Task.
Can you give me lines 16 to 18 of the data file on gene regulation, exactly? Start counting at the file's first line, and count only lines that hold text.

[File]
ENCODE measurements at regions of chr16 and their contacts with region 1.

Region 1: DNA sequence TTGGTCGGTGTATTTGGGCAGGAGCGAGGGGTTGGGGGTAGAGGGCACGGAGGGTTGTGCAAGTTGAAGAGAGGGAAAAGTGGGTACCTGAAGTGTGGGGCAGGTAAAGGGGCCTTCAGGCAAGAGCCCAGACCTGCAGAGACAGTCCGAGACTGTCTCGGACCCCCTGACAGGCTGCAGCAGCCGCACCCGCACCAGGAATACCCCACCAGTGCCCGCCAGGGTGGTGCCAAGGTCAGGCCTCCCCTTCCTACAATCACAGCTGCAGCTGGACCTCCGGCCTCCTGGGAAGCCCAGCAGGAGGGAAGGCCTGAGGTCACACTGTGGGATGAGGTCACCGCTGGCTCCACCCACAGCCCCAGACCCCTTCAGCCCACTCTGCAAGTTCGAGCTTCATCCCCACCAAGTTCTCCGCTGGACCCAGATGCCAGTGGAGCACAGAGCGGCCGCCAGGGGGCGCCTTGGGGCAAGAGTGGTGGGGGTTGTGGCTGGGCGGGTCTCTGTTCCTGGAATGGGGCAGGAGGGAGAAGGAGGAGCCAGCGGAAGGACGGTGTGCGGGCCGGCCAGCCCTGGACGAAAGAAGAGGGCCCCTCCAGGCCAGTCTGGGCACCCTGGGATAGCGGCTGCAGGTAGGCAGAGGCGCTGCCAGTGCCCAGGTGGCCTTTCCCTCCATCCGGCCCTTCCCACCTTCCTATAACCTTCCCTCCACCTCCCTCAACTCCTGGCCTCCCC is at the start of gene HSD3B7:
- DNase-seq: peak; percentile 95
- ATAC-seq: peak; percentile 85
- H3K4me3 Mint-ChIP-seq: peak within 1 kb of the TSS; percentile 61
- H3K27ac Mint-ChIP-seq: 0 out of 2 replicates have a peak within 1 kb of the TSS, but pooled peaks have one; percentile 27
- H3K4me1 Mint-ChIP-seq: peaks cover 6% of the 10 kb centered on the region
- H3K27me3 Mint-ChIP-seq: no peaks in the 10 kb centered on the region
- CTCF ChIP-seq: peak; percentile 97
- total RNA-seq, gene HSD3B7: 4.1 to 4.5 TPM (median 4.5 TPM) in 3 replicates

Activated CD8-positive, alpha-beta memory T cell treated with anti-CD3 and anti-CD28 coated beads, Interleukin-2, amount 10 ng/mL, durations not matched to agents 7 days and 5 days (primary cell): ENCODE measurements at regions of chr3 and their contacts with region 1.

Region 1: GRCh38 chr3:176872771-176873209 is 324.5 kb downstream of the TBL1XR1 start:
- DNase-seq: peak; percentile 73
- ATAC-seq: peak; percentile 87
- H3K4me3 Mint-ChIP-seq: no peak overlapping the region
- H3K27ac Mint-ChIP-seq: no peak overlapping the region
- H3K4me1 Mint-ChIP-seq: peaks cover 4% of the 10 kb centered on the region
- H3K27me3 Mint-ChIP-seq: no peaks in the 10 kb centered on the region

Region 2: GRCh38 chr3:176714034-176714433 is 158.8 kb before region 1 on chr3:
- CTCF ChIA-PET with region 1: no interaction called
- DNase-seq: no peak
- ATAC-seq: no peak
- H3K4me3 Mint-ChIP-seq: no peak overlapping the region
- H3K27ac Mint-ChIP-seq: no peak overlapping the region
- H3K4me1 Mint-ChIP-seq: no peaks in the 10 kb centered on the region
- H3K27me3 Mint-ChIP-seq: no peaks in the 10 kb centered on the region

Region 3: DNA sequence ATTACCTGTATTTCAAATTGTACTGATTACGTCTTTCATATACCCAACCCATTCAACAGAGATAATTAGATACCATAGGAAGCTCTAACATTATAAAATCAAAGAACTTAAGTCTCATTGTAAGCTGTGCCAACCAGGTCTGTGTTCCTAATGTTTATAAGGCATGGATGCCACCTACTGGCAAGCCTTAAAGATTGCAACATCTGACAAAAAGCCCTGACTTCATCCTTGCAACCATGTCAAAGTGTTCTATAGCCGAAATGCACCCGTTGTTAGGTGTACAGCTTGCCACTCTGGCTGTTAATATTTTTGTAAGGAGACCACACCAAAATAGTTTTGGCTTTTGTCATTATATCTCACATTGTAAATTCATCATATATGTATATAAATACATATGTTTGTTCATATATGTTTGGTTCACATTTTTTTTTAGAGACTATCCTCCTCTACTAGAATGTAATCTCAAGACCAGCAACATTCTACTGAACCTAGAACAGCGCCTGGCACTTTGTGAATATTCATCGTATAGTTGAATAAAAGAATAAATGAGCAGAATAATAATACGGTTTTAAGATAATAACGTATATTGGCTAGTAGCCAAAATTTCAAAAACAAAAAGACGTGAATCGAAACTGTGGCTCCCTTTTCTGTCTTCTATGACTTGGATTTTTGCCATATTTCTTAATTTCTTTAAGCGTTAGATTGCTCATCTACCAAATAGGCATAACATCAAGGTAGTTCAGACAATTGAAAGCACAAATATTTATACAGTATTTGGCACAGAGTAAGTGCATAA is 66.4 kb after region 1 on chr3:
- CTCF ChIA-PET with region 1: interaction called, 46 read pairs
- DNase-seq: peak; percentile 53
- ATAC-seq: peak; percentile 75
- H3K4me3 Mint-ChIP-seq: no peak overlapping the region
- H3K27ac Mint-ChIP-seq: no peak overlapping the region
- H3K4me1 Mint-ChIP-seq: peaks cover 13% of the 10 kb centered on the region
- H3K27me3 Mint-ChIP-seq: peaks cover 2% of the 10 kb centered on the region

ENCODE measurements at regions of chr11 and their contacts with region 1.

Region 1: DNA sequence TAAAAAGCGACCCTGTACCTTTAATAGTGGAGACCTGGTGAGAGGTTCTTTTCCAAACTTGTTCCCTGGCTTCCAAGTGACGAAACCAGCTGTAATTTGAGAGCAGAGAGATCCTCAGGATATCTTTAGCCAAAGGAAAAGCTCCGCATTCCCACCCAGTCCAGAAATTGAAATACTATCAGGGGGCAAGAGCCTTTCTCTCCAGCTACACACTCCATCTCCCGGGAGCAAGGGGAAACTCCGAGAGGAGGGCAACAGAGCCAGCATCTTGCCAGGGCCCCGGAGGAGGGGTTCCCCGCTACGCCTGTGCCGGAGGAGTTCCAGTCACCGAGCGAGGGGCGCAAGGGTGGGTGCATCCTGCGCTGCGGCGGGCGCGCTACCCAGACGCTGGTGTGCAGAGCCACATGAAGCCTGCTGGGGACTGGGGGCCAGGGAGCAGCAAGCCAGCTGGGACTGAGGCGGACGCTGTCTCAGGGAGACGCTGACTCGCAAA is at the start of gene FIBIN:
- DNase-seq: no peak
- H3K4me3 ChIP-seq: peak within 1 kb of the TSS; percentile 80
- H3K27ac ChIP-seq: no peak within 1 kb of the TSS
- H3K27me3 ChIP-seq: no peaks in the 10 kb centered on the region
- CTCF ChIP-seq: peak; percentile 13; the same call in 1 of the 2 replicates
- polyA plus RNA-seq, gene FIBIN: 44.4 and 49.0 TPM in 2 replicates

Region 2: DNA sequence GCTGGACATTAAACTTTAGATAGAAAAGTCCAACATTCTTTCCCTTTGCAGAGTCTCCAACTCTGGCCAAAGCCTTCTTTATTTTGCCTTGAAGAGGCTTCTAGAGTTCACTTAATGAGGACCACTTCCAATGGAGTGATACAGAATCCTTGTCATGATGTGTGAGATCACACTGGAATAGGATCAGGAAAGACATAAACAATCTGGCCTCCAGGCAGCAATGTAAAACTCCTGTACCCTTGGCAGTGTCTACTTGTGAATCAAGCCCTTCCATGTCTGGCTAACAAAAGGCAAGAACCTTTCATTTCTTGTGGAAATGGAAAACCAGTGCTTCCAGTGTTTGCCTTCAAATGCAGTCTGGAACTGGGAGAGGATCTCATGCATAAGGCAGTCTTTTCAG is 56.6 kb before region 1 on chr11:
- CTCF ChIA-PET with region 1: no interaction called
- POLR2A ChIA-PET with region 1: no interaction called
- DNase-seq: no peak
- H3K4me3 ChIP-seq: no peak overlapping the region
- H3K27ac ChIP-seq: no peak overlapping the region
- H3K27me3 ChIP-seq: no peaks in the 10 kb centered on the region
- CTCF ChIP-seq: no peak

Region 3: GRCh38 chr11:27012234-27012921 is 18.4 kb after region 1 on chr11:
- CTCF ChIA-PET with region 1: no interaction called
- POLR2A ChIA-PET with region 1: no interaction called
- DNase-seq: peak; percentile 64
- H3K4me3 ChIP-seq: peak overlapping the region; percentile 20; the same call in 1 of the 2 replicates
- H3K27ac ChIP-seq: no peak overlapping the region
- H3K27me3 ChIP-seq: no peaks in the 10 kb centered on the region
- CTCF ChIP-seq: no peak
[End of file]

- H3K27ac Mint-ChIP-seq: no peak overlapping the region
- H3K4me1 Mint-ChIP-seq: peaks cover 4% of the 10 kb centered on the region
- H3K27me3 Mint-ChIP-seq: no peaks in the 10 kb centered on the region